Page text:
Peripheral neuropathy in Krabbe disease: electrodiagnostic findings.

Published

Journal Article

BACKGROUND: Krabbe disease (KD) is associated with marked central and peripheral demyelination and nerve conduction studies (NCS) typically show a mixed sensorimotor demyelinating peripheral neuropathy (PN). OBJECTIVES: To further characterize the PN in a large cohort of patients with KD and to assess the diagnostic sensitivity of NCS in this condition. METHODS: The authors report the results of electrodiagnostic studies performed in 27 children with KD, ranging in age from 1 day to 8 years, whose diagnosis was confirmed by leukocyte lysosomal enzyme analysis. RESULTS: Based on age-adjusted normative values, 25 of 27 patients had abnormal NCS (sensitivity > 90%) when at least one motor and one sensory nerve were tested in a lower and an upper extremity. Of the 24 patients with the early infantile form of the disease, 23 had abnormal NCS (sensitivity > 95%). Abnormal sural sensory responses (SNR) (82%), F-wave latencies (FWL) (85%), motor conduction velocities (CV) (82%), and distal motor latencies (DL) (76%) were the most sensitive indices. In the lower extremities the sensitivity of motor CV, FWL, and motor DL was 79%, 79%, and 57%, respectively, while in the upper limbs the corresponding sensitivities were 80%, 87%, and 73%. No conduction block was detected and there was uniform slowing of CV. SNR was unobtainable or abnormal in 82% of patients. The compound muscle action potential amplitudes were within normal limits in >70% of lower limb and >45% of upper limb responses. Marked NCS abnormalities were found in a 1-day-old and two 3-week-old neonates, the youngest patients reported to date. NCS were abnormal in 5/9 children with normal EEG or evoked potentials. The severity of the demyelination on NCS correlated well with the clinical severity of the disease. CONCLUSIONS: Peripheral neuropathy occurs very early in Krabbe disease and affects the nerves uniformly. Nerve conduction studies may provide a highly sensitive tool to screen this patient population.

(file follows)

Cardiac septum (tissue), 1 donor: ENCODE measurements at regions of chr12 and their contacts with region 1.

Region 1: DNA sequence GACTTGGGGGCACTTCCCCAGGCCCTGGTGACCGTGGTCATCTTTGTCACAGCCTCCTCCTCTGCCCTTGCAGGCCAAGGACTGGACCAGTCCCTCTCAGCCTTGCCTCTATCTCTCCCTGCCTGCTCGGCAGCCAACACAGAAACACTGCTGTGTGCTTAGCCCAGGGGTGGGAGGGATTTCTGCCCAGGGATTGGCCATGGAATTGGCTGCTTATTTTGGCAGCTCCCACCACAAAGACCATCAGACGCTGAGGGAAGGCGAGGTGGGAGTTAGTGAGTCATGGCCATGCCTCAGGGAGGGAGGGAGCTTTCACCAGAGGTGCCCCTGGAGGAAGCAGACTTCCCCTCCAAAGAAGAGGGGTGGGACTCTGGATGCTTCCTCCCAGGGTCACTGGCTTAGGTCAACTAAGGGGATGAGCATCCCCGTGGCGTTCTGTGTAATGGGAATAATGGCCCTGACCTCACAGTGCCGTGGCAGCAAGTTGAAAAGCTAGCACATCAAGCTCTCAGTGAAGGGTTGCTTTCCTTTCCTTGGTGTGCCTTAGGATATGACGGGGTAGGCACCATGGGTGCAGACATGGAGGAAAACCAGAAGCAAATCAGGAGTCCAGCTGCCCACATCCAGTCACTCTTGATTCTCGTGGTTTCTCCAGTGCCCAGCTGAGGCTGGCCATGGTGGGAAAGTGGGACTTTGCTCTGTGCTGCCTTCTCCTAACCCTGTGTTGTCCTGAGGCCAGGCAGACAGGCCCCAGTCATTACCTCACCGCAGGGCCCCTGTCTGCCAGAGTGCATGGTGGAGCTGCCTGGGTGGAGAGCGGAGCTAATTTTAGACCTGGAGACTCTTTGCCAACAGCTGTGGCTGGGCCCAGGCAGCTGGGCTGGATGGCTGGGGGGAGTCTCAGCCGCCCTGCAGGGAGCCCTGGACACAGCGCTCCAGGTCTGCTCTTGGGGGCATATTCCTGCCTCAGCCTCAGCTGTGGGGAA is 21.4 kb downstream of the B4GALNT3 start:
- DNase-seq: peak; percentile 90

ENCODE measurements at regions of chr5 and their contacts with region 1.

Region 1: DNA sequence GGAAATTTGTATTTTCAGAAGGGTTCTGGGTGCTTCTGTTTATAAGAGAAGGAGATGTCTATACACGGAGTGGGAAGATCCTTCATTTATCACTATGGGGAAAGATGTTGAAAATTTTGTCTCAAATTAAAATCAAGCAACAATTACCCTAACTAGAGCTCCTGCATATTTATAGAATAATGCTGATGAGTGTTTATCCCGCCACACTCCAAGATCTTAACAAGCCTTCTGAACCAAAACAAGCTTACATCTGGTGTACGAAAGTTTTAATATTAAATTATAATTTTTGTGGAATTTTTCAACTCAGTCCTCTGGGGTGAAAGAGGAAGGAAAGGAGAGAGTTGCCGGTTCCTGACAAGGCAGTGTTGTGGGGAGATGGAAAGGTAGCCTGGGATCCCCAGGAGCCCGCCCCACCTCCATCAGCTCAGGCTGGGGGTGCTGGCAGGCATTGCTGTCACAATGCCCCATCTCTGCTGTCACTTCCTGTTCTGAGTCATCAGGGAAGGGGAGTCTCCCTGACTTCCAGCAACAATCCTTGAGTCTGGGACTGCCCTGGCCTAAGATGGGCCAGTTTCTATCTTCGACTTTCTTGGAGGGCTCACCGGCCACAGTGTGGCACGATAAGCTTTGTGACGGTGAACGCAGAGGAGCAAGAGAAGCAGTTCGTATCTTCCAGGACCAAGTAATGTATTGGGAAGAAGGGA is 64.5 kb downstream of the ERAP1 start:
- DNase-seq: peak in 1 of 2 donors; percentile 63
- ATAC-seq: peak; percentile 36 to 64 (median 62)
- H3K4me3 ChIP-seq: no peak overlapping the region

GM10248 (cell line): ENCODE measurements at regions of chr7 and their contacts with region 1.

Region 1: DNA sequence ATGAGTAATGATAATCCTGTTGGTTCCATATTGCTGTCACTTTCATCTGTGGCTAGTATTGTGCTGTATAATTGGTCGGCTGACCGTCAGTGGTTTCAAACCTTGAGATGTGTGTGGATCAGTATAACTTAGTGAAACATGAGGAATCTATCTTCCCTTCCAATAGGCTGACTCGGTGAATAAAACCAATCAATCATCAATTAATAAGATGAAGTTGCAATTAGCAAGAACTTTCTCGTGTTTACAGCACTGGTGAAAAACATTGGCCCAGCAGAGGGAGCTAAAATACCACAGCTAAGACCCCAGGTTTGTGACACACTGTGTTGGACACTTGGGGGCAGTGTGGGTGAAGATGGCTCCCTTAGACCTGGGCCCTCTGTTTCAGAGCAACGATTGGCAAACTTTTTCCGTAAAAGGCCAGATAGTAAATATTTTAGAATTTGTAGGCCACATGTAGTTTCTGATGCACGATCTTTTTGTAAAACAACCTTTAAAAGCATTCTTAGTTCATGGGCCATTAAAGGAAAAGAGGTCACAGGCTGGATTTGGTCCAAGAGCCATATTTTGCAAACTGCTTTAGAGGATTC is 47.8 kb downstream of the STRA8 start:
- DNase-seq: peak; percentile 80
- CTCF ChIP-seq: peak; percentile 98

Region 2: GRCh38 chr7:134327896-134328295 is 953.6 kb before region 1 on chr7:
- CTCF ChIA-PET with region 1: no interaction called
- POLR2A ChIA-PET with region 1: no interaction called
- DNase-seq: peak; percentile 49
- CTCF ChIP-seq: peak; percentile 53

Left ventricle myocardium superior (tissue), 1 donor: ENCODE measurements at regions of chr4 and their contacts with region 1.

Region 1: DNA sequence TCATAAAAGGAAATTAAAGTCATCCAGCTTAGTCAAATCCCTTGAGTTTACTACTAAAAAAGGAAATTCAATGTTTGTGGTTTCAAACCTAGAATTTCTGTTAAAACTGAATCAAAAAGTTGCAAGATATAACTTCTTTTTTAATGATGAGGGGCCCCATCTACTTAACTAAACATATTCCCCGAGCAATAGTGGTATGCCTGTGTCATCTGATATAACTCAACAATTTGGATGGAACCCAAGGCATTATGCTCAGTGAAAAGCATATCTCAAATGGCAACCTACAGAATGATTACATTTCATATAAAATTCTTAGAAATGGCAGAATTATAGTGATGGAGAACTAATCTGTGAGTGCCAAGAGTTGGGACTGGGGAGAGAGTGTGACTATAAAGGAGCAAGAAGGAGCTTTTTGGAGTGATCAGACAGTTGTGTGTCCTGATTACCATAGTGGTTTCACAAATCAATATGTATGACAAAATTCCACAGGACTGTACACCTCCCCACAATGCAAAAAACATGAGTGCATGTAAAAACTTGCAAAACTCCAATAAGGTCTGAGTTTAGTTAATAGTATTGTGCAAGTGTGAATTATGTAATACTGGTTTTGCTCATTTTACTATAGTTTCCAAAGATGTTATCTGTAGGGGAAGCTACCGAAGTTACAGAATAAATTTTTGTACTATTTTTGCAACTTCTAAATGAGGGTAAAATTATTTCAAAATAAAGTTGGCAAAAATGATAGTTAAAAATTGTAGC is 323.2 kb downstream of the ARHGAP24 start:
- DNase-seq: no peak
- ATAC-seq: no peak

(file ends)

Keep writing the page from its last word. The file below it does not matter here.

Full Text

Duke Authors

Cited Authors

  • Siddiqi, ZA; Sanders, DB; Massey, JM

Published Date

  • July 25, 2006

Published In

Volume / Issue

  • 67 / 2

Start / End Page

  • 263 - 267

PubMed ID

  • 16864819

Pubmed Central ID

  • 16864819

Electronic International Standard Serial Number (EISSN)

  • 1526-632X

Digital Object Identifier (DOI)

  • 10.1212/01.wnl.0000230153.34613.84

Language

  • eng

Conference Location

  • United States